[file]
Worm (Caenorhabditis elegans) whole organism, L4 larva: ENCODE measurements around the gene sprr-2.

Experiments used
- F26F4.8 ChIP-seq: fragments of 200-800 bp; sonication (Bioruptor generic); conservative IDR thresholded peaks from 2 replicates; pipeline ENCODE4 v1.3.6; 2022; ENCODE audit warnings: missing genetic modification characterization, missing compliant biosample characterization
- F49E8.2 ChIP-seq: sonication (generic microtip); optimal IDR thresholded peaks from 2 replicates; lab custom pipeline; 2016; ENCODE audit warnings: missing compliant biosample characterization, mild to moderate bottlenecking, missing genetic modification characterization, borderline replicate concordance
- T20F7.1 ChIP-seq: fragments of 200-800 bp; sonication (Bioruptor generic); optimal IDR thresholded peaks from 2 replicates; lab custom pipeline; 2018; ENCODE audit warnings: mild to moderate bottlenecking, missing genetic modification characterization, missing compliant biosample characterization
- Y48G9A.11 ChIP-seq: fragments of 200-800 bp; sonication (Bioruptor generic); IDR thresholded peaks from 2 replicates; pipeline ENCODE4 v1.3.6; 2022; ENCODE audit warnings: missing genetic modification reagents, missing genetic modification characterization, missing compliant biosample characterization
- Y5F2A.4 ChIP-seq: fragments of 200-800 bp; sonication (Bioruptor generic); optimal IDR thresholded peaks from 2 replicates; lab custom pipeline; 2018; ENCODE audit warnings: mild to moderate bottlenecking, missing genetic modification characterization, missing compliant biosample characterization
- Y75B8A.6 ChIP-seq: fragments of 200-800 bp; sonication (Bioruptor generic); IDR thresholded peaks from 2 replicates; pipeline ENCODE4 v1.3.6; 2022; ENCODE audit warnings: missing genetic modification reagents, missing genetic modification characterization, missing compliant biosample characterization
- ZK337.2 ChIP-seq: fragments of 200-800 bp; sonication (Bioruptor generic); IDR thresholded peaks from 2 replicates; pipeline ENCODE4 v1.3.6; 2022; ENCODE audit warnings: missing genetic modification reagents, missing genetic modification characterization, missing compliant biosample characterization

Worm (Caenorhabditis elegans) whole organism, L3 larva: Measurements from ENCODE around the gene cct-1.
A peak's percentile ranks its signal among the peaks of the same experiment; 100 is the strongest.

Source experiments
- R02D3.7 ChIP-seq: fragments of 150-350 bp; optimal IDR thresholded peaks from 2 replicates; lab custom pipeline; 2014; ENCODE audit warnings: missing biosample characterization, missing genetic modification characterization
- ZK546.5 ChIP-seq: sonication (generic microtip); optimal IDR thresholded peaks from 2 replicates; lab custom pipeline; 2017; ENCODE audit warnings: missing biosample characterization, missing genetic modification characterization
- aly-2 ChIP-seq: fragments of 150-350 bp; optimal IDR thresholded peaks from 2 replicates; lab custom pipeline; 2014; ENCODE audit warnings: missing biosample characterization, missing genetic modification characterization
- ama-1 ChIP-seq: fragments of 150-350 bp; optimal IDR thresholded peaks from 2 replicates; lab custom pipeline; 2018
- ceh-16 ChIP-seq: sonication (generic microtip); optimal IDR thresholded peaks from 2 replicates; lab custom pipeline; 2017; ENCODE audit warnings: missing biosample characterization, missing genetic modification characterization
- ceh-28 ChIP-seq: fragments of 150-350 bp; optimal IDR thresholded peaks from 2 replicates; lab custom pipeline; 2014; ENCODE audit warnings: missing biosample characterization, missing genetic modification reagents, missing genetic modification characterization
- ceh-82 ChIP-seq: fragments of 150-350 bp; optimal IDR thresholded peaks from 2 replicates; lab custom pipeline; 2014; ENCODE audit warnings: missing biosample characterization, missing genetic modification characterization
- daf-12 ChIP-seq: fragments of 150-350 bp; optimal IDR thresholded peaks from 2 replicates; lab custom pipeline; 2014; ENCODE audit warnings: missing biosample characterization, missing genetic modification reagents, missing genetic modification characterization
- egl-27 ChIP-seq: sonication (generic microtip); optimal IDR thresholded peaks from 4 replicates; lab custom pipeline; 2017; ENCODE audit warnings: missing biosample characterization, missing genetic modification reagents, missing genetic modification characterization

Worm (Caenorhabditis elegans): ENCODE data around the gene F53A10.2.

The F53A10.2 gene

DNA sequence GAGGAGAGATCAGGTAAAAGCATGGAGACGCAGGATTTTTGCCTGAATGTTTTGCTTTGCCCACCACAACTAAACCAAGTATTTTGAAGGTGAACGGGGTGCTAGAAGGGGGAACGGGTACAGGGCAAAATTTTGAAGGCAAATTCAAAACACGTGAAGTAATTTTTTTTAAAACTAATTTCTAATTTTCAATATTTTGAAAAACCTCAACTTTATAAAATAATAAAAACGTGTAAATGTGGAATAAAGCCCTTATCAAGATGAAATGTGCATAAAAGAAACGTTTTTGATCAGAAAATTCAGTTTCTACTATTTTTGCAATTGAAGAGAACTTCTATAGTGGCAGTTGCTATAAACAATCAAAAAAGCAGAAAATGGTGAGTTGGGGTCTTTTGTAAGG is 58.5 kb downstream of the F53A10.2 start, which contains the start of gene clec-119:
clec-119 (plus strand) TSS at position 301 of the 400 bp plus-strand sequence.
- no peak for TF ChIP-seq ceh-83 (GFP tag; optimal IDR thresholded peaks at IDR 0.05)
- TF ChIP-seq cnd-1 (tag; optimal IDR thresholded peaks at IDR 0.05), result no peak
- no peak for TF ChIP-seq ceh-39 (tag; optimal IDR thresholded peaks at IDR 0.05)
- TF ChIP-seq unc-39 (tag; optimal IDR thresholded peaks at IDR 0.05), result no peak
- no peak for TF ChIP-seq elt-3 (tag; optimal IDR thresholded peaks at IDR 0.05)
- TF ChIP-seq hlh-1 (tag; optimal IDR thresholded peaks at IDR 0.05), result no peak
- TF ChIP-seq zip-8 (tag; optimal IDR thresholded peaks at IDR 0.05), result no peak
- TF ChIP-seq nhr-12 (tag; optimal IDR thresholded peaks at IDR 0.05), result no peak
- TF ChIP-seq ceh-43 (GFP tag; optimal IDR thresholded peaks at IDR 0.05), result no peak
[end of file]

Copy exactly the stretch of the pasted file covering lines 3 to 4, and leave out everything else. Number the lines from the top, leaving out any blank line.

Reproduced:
- F26F4.8 ChIP-seq: fragments of 200-800 bp; sonication (Bioruptor generic); conservative IDR thresholded peaks from 2 replicates; pipeline ENCODE4 v1.3.6; 2022; ENCODE audit warnings: missing genetic modification characterization, missing compliant biosample characterization
- F49E8.2 ChIP-seq: sonication (generic microtip); optimal IDR thresholded peaks from 2 replicates; lab custom pipeline; 2016; ENCODE audit warnings: missing compliant biosample characterization, mild to moderate bottlenecking, missing genetic modification characterization, borderline replicate concordance